But the 31-year-old Marshall has proved he’s far from finished in the NFL. He’s already topped his receiving yards total from last season by nine yards in New York, emerging as the long-needed No. 1 WR in the Meadowlands with 730 yards and five touchdowns halfway through the 2015 campaign.
2015 Cap hit: $6.0 million
When Minnesota traded a fifth-round pick to Miami for Mike Wallace and a seventh-rounder in March, it was clear that Jennings’s days in purple and gold were numbered. Once Aaron Rodgers’s favorite target in Green Bay, Jennings no longer possessed the athleticism needed to elevate the Vikings passing game by the time he made it to Minnesota.
Jennings latched on with Miami in April, but the 32-year-old is buried on the depth chart and has just 10 receptions through eight games.
14. Ben Grubbs, former Saints guard
2015 Cap hit: $6.0 million
Grubbs is the third of four Saints on this list, more representatives than any other NFL team has. It’s pretty remarkable that New Orleans has managed to stay afloat this season despite the fact that four of the club’s eight most expensive players are suiting up for other teams.
2015 Cap hit: $6.4 million
Ellerbe came to Miami as a lauded defensive signing from Baltimore on a five-year, $35 million contract. But as the Ravens have shown time and time again, they know when to cut bait with a standout performer who’s about to become overvalued.
Ellerbe didn’t live up to expectations in Miami and was shipped out as part of the Kenny Stills trade. Ellerbe has only played 169 snaps in New Orleans this season, and is graded by Pro Football Focus as one of the year’s 10 worst 4-3 linebackers of 34 qualified players.
12. Mike Wallace, former Dolphins receiver
2015 Cap hit: $6.6 million
The man who replaced Greg Jennings in Minnesota left some dead money behind at his former haunt, too. Once seen as a bona fide No. 1 wideout, it became clear over Wallace’s time in Miami that he’s better classified as a complementary deep threat, as he was in Pittsburgh. Wallace definitely has his worth, but the Dolphins were a bit overeager in handing him a five-year, $60 million contract.
The club realized its mistake after Wallace failed to reach 1,000 yards in the first two years of the deal, posting his career-worst averages in yards per reception never establishing great chemistry with Ryan Tannehill. The ugly marriage was effectively ended during the Dolphins’ final 2014 game, when Wallace elected to sit out the second half rather than play out the final minutes of another lame-duck season in Miami.
2015 Cap hit: $6.7 million
For years, Oakland struggled to hold onto its homegrown defensive stalwarts. During his first year at the helm, Raiders GM Reggie McKenzie made it a priority to lock down Branch, a fourth-round pick who blossomed into a key contributor during his first three seasons in the Bay Area. McKenzie endeared himself to Raiders fans by giving Branch a four-year, $26.6 million in the summer before Branch’s contract year.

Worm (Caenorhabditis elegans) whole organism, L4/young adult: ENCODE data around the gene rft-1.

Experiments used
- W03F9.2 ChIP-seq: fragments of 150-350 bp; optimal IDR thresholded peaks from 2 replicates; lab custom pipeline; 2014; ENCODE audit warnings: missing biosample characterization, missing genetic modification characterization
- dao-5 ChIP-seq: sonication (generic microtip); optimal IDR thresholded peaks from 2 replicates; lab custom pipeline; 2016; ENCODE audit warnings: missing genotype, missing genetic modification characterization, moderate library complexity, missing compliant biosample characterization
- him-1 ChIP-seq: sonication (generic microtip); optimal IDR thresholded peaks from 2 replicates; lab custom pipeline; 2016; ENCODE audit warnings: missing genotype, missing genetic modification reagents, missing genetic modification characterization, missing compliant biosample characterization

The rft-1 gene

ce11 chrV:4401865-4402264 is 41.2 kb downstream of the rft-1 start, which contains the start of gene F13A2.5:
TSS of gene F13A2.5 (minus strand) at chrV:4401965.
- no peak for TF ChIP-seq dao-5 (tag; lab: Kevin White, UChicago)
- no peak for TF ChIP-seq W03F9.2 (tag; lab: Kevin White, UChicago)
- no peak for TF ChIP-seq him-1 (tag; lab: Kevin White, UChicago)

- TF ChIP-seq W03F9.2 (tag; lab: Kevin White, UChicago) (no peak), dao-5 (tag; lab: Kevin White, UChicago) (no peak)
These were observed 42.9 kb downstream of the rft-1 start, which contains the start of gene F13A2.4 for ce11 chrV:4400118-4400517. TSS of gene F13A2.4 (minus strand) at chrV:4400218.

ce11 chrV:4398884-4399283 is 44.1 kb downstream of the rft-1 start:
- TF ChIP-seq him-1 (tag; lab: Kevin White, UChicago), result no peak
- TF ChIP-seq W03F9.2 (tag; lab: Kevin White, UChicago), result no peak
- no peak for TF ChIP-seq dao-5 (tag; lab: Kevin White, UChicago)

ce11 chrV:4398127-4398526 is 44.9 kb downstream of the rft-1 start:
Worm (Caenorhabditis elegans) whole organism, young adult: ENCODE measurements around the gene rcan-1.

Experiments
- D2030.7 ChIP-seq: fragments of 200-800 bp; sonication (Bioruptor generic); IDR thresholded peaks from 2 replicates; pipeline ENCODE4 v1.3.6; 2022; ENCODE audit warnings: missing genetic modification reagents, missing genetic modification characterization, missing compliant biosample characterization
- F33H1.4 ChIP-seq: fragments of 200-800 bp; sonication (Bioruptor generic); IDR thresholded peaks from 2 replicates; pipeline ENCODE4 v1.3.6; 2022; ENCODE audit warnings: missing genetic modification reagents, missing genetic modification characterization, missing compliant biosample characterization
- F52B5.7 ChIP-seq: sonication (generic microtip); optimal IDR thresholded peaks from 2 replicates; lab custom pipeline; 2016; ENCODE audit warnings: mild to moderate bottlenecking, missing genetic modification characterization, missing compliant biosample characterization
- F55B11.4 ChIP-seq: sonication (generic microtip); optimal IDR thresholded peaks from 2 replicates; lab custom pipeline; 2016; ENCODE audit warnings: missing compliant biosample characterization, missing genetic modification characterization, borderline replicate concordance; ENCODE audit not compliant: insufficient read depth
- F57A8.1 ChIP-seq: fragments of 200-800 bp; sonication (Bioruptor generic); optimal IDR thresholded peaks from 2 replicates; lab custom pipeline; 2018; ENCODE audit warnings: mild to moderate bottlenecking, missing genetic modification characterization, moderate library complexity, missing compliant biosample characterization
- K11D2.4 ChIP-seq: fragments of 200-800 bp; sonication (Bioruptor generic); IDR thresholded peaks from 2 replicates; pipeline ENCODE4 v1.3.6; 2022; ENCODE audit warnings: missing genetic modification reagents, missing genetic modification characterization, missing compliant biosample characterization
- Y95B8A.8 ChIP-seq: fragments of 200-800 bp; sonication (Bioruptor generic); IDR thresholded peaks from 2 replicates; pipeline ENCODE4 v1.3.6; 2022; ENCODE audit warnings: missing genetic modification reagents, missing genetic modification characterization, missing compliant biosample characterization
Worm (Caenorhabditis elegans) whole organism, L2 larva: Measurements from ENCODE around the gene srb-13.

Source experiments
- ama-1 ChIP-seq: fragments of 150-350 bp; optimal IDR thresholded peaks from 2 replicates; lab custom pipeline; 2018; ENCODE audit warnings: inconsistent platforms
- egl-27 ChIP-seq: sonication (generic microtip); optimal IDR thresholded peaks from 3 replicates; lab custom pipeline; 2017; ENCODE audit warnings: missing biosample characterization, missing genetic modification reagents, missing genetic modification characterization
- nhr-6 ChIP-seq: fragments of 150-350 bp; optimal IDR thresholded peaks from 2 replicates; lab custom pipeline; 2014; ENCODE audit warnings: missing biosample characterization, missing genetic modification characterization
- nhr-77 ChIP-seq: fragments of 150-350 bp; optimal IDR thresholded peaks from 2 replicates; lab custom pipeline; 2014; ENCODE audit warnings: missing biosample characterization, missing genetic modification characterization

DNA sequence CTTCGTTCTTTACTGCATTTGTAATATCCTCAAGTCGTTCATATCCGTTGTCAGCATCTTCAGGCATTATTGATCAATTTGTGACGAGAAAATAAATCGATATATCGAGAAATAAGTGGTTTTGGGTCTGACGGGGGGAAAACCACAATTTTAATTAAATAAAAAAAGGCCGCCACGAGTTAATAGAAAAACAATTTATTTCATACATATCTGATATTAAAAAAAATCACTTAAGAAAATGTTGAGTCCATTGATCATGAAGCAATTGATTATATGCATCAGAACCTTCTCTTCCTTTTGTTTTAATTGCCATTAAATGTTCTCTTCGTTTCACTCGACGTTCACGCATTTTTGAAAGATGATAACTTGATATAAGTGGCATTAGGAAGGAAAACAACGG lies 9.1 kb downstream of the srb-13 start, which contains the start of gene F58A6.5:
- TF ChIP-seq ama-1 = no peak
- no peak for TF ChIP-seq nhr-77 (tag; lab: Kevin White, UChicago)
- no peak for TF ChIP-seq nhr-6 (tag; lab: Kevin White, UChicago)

The returns on the deal initially seemed good, but Branch simply couldn’t stay healthy. He played just 19 games during his final three season with the Raiders, who had no choice but to cut him loose with a potential $9.7 million base salary for 2016 staring McKenzie in the face. McKenzie has been criticized by many for his free agent failings, but the Raiders currently have $15.3 million in cap space, the fifth-most in the NFL.
With Branch being Oakland’s only egregious instance of dead money at the moment, and Derek Carr, Amari Cooper and Khalil Mack combining to form a young, exciting on-field product, the outlook in the Black Hole is finally looking bright.
2015 Cap hit: $7.0 million
Tampa Bay’s decision to sign Johnson for five years and $43.8 million in 2014 was a curious one from the start. He was fresh off a season when he totaled 3.5 sacks with Cincinnati, and although that followed an 11.5 sack output from 2012, it seemed unlikely there were other teams preparing to match Tampa Bay’s generous offer.
Johnson recorded just four sacks in 2014 while battling numerous injuries, and the Bucs cut their losses one year to the day after signing Johnson to save $2 million in cap space this season. The 28-year-old is back with the Bengals now, and has posted two sacks in eight games.
2015 Cap hit: $7.2 million
Following Seattle’s stunning decision to trade Harvin to the Jets in the middle of last season, the Seahawks had to swallow $6.9 million of dead money on their cap last year. That figure bumped up a bit in 2015, but it’s doubtful the Seahawks are missing Harvin’s grumpy antics or poor injury luck.
Harvin was placed on injured reserve five games into his stint in Buffalo, and his future in the league is very much in doubt. Buffalo can void the final two years of his contract this offseason, which seems extremely likely given the $9 million base salary he’d be due otherwise in 2016.